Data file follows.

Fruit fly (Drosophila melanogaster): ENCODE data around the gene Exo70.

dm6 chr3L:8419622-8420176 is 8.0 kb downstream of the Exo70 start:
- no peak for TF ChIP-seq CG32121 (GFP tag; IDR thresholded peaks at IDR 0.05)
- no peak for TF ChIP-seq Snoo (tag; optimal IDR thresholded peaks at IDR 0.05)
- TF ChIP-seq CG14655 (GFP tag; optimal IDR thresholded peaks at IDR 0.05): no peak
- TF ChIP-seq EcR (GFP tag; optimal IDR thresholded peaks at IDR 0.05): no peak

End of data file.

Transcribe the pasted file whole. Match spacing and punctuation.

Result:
Fruit fly (Drosophila melanogaster): ENCODE data around the gene Exo70.

dm6 chr3L:8419622-8420176 is 8.0 kb downstream of the Exo70 start:
- no peak for TF ChIP-seq CG32121 (GFP tag; IDR thresholded peaks at IDR 0.05)
- no peak for TF ChIP-seq Snoo (tag; optimal IDR thresholded peaks at IDR 0.05)
- TF ChIP-seq CG14655 (GFP tag; optimal IDR thresholded peaks at IDR 0.05): no peak
- TF ChIP-seq EcR (GFP tag; optimal IDR thresholded peaks at IDR 0.05): no peak